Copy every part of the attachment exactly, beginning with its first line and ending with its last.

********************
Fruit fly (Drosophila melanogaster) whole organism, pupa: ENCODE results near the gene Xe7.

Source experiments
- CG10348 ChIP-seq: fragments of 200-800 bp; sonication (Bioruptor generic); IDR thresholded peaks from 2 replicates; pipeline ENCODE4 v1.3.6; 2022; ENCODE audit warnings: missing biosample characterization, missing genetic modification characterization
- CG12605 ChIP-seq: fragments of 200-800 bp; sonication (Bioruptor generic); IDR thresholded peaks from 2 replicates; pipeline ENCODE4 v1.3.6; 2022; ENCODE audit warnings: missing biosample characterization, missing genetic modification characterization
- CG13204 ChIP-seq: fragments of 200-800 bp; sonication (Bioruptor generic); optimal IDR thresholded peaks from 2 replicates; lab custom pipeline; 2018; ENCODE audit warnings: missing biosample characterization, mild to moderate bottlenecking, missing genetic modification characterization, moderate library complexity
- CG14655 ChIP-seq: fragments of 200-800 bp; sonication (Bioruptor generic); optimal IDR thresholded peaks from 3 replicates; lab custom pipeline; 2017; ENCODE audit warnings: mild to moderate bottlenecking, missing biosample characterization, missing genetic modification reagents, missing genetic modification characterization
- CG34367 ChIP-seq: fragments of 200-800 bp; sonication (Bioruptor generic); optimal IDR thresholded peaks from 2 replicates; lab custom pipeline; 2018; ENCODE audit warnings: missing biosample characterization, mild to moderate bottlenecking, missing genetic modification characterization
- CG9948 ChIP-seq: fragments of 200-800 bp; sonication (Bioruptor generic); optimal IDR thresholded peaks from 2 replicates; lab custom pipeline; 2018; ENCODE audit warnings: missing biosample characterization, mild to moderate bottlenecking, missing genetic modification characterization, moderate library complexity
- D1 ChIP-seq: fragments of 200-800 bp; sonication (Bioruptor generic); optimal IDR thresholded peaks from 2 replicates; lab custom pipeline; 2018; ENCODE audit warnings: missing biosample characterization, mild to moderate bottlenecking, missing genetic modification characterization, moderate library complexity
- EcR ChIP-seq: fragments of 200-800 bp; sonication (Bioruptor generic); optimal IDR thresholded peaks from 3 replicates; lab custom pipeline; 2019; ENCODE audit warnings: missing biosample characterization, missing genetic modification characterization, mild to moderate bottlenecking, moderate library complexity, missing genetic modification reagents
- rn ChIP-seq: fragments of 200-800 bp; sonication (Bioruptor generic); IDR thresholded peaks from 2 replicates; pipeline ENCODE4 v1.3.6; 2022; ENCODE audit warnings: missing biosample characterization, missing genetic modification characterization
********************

Fruit fly (Drosophila melanogaster) whole organism, pupa: ENCODE results near the gene Xe7.

Source experiments
- CG10348 ChIP-seq: fragments of 200-800 bp; sonication (Bioruptor generic); IDR thresholded peaks from 2 replicates; pipeline ENCODE4 v1.3.6; 2022; ENCODE audit warnings: missing biosample characterization, missing genetic modification characterization
- CG12605 ChIP-seq: fragments of 200-800 bp; sonication (Bioruptor generic); IDR thresholded peaks from 2 replicates; pipeline ENCODE4 v1.3.6; 2022; ENCODE audit warnings: missing biosample characterization, missing genetic modification characterization
- CG13204 ChIP-seq: fragments of 200-800 bp; sonication (Bioruptor generic); optimal IDR thresholded peaks from 2 replicates; lab custom pipeline; 2018; ENCODE audit warnings: missing biosample characterization, mild to moderate bottlenecking, missing genetic modification characterization, moderate library complexity
- CG14655 ChIP-seq: fragments of 200-800 bp; sonication (Bioruptor generic); optimal IDR thresholded peaks from 3 replicates; lab custom pipeline; 2017; ENCODE audit warnings: mild to moderate bottlenecking, missing biosample characterization, missing genetic modification reagents, missing genetic modification characterization
- CG34367 ChIP-seq: fragments of 200-800 bp; sonication (Bioruptor generic); optimal IDR thresholded peaks from 2 replicates; lab custom pipeline; 2018; ENCODE audit warnings: missing biosample characterization, mild to moderate bottlenecking, missing genetic modification characterization
- CG9948 ChIP-seq: fragments of 200-800 bp; sonication (Bioruptor generic); optimal IDR thresholded peaks from 2 replicates; lab custom pipeline; 2018; ENCODE audit warnings: missing biosample characterization, mild to moderate bottlenecking, missing genetic modification characterization, moderate library complexity
- D1 ChIP-seq: fragments of 200-800 bp; sonication (Bioruptor generic); optimal IDR thresholded peaks from 2 replicates; lab custom pipeline; 2018; ENCODE audit warnings: missing biosample characterization, mild to moderate bottlenecking, missing genetic modification characterization, moderate library complexity
- EcR ChIP-seq: fragments of 200-800 bp; sonication (Bioruptor generic); optimal IDR thresholded peaks from 3 replicates; lab custom pipeline; 2019; ENCODE audit warnings: missing biosample characterization, missing genetic modification characterization, mild to moderate bottlenecking, moderate library complexity, missing genetic modification reagents
- rn ChIP-seq: fragments of 200-800 bp; sonication (Bioruptor generic); IDR thresholded peaks from 2 replicates; pipeline ENCODE4 v1.3.6; 2022; ENCODE audit warnings: missing biosample characterization, missing genetic modification characterization